Owen says the supportive community on campus is a significant reason for the school’s sustained success. CAIMH engages students in Native health issues through programs like the Indian Health Pathway, which supports middle school, high school, and undergraduate students in their pursuit of health-related careers. Another initiative, Native Americans into Medicine, is a six-week summer program for premedical students to collaborate on specific research projects related to Native health.
Through such programs, students build relationships with their peers, faculty and staff, and the broader Native community in Minnesota, Owen says.
“We’re building a community and we’re letting everyone that we come in contact with know about Native health issues and concerns, Native communities, and our culture,” she says.
Training more Native physicians is a worthwhile pursuit, Owen says, but it won’t overcome the health disparities in Native communities. Federal Indian Health Service clinics across the country — where more than 2 million Native people receive health care — have a 25 percent vacancy rate for physician openings, a number that Owen says cannot be filled solely by Native physicians.
Three years ago, and with that challenge in mind, the Medical School introduced a required curriculum for all students that covers Native history, culture, and identity. The thinking, Owen says, is that the more non-Native students know about Native communities — and the health issues they face — the more motivated they’ll be to serve these populations.
Beyond medical school
Medical School leaders agree that the school’s responsibility to Native health goes beyond training the next generation of physicians, because the disparities in these communities go beyond health.
One area that the Medical School has targeted in recent years is early education. Community-based science initiatives led by Wirta-Kosobuski have brought fun and engaging science activities to elementary school children in Native communities in Minnesota.
“The thought behind working with the young children is that by the time they reach even middle school, it can be too late to effectively address student needs and provide interventions that promote educational success,” Wirta-Kosobuski says. “By third grade, many Native American children have not made it to the benchmarks where they need to be in order to move on.”
The statistics back up her assertion: In Minnesota, the high school graduation rate among Native American students stands at only 50 percent.
“That’s what pushed me toward working with the young children. They have a natural curiosity, and, ideally, we can reach them before they start to lose interest in the excitement of learning,” Wirta-Kosobuski says. “The goal is that they’ll graduate from high school, and move on to postsecondary education. The long-range goal is that they go into some sort of science career, which would be a huge bonus.”
Termuhlen calls the idea of addressing education shortcomings at the earliest opportunity an “aha moment” for the Medical School.
“We realized we have to take a step even further back and start to engage,” she says. “If we were to follow those students into the future, how many of them get through high school? Can we start to budge that high school graduation rate? We know educational successes will translate into economic successes, and that supports improvement in health outcomes.”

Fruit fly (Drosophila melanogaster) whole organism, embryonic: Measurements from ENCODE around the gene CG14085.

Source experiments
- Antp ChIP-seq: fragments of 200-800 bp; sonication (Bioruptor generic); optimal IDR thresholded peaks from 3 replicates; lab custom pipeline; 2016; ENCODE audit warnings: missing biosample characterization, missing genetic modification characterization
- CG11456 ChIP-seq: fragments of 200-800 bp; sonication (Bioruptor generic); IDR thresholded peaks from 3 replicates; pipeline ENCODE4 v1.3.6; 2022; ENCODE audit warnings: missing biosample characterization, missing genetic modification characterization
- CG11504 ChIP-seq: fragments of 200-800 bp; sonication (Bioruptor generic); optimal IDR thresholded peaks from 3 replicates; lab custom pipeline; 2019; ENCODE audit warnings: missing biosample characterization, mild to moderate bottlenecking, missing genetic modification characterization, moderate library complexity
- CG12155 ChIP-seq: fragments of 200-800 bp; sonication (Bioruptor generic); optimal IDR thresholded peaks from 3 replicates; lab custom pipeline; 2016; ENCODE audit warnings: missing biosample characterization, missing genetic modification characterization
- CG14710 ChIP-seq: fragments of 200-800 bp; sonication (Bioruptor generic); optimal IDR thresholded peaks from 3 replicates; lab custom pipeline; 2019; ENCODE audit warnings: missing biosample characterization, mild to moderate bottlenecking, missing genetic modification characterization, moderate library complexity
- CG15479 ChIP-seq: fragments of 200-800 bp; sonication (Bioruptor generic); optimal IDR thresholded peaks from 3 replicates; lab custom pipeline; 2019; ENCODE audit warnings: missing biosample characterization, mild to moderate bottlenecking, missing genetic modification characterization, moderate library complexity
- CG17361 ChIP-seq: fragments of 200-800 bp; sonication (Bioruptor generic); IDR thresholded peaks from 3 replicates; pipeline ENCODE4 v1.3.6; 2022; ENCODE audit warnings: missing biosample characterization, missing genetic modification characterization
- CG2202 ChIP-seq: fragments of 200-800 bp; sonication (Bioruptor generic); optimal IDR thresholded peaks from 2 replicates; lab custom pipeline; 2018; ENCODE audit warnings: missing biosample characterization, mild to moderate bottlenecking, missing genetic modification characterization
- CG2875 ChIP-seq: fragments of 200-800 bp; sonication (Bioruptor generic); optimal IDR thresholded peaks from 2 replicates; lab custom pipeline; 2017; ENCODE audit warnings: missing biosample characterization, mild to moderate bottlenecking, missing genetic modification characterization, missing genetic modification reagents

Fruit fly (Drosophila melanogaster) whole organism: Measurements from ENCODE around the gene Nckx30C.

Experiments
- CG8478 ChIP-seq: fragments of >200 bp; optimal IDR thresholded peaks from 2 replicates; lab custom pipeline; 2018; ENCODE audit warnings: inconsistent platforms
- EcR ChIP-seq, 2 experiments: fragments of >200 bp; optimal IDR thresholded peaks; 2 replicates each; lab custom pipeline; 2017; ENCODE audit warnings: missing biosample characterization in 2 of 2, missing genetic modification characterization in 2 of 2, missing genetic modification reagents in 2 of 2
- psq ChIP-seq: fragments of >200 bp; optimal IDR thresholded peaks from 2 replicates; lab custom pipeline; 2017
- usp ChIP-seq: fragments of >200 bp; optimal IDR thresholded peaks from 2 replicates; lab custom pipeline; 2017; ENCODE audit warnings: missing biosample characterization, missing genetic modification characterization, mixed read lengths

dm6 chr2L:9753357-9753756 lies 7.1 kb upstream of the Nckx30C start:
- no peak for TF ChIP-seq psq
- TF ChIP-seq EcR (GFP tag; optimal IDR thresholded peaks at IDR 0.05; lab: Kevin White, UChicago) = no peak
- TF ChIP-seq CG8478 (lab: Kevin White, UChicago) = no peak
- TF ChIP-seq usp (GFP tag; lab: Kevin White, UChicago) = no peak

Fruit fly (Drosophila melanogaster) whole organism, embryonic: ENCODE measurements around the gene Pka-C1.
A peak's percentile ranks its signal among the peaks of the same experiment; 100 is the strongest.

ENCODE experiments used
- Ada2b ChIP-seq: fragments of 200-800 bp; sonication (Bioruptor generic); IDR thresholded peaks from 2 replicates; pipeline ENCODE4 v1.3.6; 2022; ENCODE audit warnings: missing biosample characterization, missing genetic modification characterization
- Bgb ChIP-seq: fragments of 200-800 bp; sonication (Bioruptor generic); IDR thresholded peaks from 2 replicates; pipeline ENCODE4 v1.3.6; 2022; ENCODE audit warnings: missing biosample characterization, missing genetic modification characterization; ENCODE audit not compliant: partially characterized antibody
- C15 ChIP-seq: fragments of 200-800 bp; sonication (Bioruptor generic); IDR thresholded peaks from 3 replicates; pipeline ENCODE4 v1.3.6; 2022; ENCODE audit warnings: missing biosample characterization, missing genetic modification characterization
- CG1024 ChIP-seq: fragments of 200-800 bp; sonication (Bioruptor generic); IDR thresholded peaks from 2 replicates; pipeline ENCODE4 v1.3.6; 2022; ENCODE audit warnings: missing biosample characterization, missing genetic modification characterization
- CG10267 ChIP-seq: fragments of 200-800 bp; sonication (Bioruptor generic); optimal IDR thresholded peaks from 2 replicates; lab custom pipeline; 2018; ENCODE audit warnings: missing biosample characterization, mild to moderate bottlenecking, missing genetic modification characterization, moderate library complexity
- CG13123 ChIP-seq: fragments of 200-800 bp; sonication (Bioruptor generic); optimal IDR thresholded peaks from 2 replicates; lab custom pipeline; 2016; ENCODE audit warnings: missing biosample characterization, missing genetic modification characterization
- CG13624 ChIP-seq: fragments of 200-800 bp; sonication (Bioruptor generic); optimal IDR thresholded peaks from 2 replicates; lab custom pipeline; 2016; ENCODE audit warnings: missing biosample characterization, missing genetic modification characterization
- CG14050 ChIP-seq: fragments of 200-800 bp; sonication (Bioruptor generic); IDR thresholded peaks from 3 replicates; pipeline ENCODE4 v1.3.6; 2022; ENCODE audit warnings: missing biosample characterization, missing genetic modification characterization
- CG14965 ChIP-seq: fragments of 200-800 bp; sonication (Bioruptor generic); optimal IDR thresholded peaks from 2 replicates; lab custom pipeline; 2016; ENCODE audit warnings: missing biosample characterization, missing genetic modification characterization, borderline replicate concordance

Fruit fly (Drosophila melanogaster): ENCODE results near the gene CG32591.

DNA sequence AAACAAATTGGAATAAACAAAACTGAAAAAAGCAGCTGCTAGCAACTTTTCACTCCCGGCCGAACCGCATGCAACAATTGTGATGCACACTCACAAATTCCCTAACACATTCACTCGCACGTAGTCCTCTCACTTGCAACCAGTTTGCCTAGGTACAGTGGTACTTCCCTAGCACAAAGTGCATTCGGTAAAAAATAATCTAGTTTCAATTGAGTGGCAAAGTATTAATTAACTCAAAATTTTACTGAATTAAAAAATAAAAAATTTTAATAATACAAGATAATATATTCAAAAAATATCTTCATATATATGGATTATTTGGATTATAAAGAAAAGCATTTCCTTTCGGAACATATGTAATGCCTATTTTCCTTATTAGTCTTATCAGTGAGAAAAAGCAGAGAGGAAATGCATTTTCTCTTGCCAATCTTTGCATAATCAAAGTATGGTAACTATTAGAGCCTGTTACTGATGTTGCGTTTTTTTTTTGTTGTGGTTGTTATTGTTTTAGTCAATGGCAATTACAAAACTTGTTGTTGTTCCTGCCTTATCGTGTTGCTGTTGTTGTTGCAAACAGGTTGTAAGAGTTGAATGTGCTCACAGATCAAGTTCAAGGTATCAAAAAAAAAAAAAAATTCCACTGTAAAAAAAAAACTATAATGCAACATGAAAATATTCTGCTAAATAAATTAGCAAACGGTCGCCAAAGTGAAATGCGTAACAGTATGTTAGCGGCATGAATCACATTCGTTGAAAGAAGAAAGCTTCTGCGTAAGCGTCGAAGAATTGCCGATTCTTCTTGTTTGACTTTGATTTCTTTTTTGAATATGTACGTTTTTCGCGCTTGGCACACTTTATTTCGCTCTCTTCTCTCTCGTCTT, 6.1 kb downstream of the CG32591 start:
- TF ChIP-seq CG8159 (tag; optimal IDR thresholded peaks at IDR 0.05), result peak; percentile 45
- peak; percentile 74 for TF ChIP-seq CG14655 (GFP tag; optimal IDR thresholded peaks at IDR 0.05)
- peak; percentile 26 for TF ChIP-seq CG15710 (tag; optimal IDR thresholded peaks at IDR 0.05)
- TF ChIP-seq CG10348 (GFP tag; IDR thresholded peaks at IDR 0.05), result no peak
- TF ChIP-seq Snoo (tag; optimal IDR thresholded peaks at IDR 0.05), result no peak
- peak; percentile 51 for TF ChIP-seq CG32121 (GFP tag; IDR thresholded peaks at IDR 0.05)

And, as Owen notes, if more Native students are going to college, how many might pursue careers in health-related fields?
“We need more Native pharmacists, more Native nurses, more Native public health specialists, more Native dentists,” she says. “That’s why these community-based science activities are so important.”
‘Nobody gets here on their own’
For all of the innovative programs the Medical School has developed to address Native health issues, it’s how the Native community has become an integral part of Duluth campus’ DNA that makes Owen most proud. It’s a community that embodies Native values, she says.
“We want this to be like a Native community, which is not built on individualism, but just the opposite,” she says. “It’s built on supporting one another, believing that we’re all connected, and that we all help one another. Nobody gets here on their own.”
That full-circle ethos is evident in efforts like Wirta-Kosobuski’s early education outreach initiative. It’s also reflected in mentorship opportunities that offer medical students a chance to shadow and work alongside practicing Native physicians in those communities.
Lacey Running Hawk, ’13 M.D., a member of the Standing Rock Lakota and a family medicine physician for the Mille Lacs Band of Ojibwe, says those experiences in medical school continue to shape who she is as a doctor today.
“The strong community on campus and that cultural connection reminded you why you were meant to do this, and it motivates you to keep going,” recalls Running Hawk, who shadowed Native physicians and volunteered in Native communities while in medical school. “Having the mentorship from Native physicians, it also gives you the heart to want to be that mentor to others.”
And that’s exactly what Running Hawk has done. She’s now a community preceptor for the Medical School’s Rural Family Medicine, Native American and Minority Health Scholars Program.
“We have this idea that you are where you are because somebody reached back and helped you,” Running Hawk says. “And now it’s my responsibility to do that for the next generation.”